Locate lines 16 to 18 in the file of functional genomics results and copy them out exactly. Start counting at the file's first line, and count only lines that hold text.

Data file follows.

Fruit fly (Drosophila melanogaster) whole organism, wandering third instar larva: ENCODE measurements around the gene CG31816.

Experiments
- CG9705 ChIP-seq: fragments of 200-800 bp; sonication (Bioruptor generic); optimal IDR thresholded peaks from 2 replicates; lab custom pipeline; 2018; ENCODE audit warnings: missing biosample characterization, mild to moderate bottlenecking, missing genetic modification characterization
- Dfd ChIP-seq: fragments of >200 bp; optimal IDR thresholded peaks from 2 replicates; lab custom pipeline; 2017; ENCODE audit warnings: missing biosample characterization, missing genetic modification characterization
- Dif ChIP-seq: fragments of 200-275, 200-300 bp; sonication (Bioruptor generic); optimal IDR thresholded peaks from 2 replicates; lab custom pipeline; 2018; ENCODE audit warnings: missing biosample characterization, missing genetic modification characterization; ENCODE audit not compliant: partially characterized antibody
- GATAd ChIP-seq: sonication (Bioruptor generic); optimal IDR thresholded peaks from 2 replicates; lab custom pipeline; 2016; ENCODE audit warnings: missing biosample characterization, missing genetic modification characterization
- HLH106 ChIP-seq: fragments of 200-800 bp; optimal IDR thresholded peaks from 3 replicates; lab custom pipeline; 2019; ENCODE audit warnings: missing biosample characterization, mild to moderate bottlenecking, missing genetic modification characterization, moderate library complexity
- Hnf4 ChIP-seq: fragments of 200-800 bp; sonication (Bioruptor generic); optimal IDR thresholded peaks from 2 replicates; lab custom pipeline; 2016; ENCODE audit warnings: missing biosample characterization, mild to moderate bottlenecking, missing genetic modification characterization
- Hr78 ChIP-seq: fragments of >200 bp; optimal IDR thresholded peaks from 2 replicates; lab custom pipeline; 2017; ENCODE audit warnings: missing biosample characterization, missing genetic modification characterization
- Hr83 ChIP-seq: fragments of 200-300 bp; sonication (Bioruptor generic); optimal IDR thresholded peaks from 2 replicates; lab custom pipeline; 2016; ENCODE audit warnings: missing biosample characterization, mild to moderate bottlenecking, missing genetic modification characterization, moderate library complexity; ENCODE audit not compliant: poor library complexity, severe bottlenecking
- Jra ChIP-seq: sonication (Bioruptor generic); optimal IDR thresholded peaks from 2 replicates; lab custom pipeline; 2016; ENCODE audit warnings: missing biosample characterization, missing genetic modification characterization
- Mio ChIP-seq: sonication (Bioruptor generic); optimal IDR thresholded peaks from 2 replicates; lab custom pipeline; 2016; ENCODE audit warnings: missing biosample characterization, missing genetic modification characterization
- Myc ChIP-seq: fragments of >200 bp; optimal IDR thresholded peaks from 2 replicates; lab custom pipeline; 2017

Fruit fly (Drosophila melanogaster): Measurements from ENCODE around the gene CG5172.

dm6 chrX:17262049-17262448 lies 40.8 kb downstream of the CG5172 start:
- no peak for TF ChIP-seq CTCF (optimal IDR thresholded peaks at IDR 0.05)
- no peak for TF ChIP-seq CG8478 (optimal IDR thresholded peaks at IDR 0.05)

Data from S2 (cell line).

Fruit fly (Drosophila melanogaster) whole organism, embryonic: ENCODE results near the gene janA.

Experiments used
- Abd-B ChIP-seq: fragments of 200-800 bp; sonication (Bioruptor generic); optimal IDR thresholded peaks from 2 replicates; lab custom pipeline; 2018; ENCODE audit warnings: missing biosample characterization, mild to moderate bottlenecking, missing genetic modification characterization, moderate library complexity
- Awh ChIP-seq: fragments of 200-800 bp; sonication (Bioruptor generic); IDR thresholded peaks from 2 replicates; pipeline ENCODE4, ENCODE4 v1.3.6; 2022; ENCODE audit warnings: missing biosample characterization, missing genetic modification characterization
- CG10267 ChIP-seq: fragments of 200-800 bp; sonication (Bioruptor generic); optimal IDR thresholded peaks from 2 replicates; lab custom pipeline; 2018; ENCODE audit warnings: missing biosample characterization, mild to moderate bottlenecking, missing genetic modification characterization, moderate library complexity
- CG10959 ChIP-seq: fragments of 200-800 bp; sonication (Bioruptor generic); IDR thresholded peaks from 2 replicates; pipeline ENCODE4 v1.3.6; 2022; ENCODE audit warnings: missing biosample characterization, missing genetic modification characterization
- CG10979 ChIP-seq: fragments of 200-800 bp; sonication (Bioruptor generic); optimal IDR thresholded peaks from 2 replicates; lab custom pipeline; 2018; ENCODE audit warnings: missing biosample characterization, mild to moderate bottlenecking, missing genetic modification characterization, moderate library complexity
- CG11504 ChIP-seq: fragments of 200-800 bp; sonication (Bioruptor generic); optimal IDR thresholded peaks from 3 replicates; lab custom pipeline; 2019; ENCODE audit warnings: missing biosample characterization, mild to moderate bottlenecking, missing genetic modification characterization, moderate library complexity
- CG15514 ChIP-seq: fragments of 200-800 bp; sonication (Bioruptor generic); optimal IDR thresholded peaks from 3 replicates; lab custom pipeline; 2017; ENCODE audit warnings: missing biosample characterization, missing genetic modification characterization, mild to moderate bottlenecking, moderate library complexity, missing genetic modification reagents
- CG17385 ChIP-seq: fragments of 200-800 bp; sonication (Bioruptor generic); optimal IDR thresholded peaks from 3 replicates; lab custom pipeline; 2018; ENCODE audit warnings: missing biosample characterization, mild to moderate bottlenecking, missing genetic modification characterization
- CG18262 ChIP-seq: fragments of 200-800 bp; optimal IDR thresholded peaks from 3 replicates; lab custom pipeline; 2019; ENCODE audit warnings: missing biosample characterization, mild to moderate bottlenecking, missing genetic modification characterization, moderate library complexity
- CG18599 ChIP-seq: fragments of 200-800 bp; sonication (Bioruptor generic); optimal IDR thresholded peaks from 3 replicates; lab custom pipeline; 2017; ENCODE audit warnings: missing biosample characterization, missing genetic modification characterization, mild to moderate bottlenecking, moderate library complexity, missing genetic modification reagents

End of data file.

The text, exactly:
- no peak for TF ChIP-seq CTCF (optimal IDR thresholded peaks at IDR 0.05)
- no peak for TF ChIP-seq CG8478 (optimal IDR thresholded peaks at IDR 0.05)

Data from S2 (cell line).